Ballot failure for 1-864 gives city pause for reflection

POULSBO — It’s not a success, it’s a wake up call.

Or so say entities about the recent failure of Tim Eyman’s Initiative 864 to make the November ballot. Dubbed the “25 percent property tax” initiative, the effort would have cut property taxes, excluding voter-approved levies and property taxes for education, statewide by one-quarter.

On the July 2 deadline, Eyman and representatives from his group turned in 156,000 signatures for I-864 — 42,000 shy of the 198,000 required to make the November ballot. But Eyman pledges that the issue will be back next year.

“Every time we do an initiative, we learn a lot,” Eyman said in a message sent to supporters July 3. “... As a result of everything we learned from this initiative and previous initiatives, we will strengthen next year’s proposal.”

It’s that announcement that has Poulsbo entities saying that I-864 not making the ballot is a relief, but also a call to action.

The City of Poulsbo was anticipating having to draft two budgets for 2005, one with current numbers and another reflecting a more than $268,000 hit from I-864. As council gets a first peek at budget priorities at its meeting tonight, the first step in the budget process, it will not have to deal with two drafts. But Finance Director Nanci Lien said the potential for a “Son of I-864” does have staff rethinking the process in general.

“It’s a wake up call,” she said. “These initiatives have been successful in limiting the state’s resources or ability to obtain these resources and I think they’re saying that the citizens want to be more involved in our processes.”

Lien gave the example that in Poulsbo’s budget timeline, public hearings are held in November at the very tail end of the work. She suggested that making sure citizens are more informed of budget issues and involved in the effort from the get-go in July could go a long way in helping.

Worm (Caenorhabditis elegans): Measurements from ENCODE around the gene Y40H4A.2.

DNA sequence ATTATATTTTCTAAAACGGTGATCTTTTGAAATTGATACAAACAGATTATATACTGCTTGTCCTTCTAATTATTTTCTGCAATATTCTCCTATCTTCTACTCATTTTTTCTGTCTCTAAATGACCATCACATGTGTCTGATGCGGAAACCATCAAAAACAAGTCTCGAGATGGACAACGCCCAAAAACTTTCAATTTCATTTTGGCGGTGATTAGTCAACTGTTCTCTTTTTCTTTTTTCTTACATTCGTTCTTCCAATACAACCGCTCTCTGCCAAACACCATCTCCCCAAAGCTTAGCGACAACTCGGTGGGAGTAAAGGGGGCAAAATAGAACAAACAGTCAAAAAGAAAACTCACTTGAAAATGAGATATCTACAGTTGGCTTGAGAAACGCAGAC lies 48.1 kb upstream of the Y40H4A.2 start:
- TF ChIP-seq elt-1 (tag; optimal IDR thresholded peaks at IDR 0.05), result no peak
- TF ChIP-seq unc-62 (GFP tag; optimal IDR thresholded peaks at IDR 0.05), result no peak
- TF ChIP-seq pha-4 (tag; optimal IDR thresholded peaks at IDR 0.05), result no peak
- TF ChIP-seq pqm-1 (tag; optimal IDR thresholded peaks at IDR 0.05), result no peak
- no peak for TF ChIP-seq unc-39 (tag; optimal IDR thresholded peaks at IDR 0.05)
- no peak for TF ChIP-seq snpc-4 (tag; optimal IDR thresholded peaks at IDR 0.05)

“I think maybe something like restructuring the budget process or having some sort of public meeting in March or April with the citizens,” she commented.

Port of Poulsbo Manager Ed Erhardt said he feels recent initiatives in Washington have helped educate the public about the tax structure and the failure of I-864 to make the ballot showed the public’s willingness to really consider the complexities of budget issues.

“I’m hoping that taxpayers are looking at their tax structures and what (Eyman’s) past tax cuts have caused and reevaluating what they want to support,” Erhardt said. “I think people are really thinking about what’s really going on here. We would all like cuts but at what cost?”

The port stood to lose about $52,000 if I-864 as proposed had passed. That number represents about half of the public port’s entire capital projects budget for one year, which would likely have felt some of the hit.

“It would have put a hurting on me,” Erhardt admitted. “It wouldn’t have stopped everything but it probably would have rolled it back to a snail’s pace.”

Poulsbo Finance Department staff is currently reviewing ways to revamp the budget process and other ways to offer budget information to citizens. Lien said the efforts will not change this year’s budget process, which is already in motion, but she’s hoping to get council support for some changes to the 2006 budget cycle.

“I just think if people felt they had more information and more input, they’re not necessarily going to feel as angry or as frustrated by the process,” she said.

Erhardt said he feels the port does a good job of educating its taxpayers but said his staff continues to attend statewide conferences to discuss such issues with other port staffs. He said he didn’t foresee the threat of a similar tax-cutting attempt changing any of the port’s budget processes, especially since it doesn’t begin budgeting until August or September, well after initiatives have been solidified.

“To try and second-guess the voters for next year is unwise,” Erhardt said. “Right now, we’re in a very contentious election year, we’ve got troops all over the world and the economy is coming back and I don’t know where people are going to come out next year.”

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